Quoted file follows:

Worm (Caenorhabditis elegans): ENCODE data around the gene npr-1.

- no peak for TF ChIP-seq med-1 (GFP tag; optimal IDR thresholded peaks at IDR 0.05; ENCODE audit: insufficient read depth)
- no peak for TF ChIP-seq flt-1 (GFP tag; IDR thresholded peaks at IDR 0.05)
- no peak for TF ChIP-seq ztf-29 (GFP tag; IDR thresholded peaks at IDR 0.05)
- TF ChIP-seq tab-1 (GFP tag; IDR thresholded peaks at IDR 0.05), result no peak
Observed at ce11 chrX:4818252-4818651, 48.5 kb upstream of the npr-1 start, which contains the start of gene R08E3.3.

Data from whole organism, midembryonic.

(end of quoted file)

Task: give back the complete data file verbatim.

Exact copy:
Worm (Caenorhabditis elegans): ENCODE data around the gene npr-1.

- no peak for TF ChIP-seq med-1 (GFP tag; optimal IDR thresholded peaks at IDR 0.05; ENCODE audit: insufficient read depth)
- no peak for TF ChIP-seq flt-1 (GFP tag; IDR thresholded peaks at IDR 0.05)
- no peak for TF ChIP-seq ztf-29 (GFP tag; IDR thresholded peaks at IDR 0.05)
- TF ChIP-seq tab-1 (GFP tag; IDR thresholded peaks at IDR 0.05), result no peak
Observed at ce11 chrX:4818252-4818651, 48.5 kb upstream of the npr-1 start, which contains the start of gene R08E3.3.

Data from whole organism, midembryonic.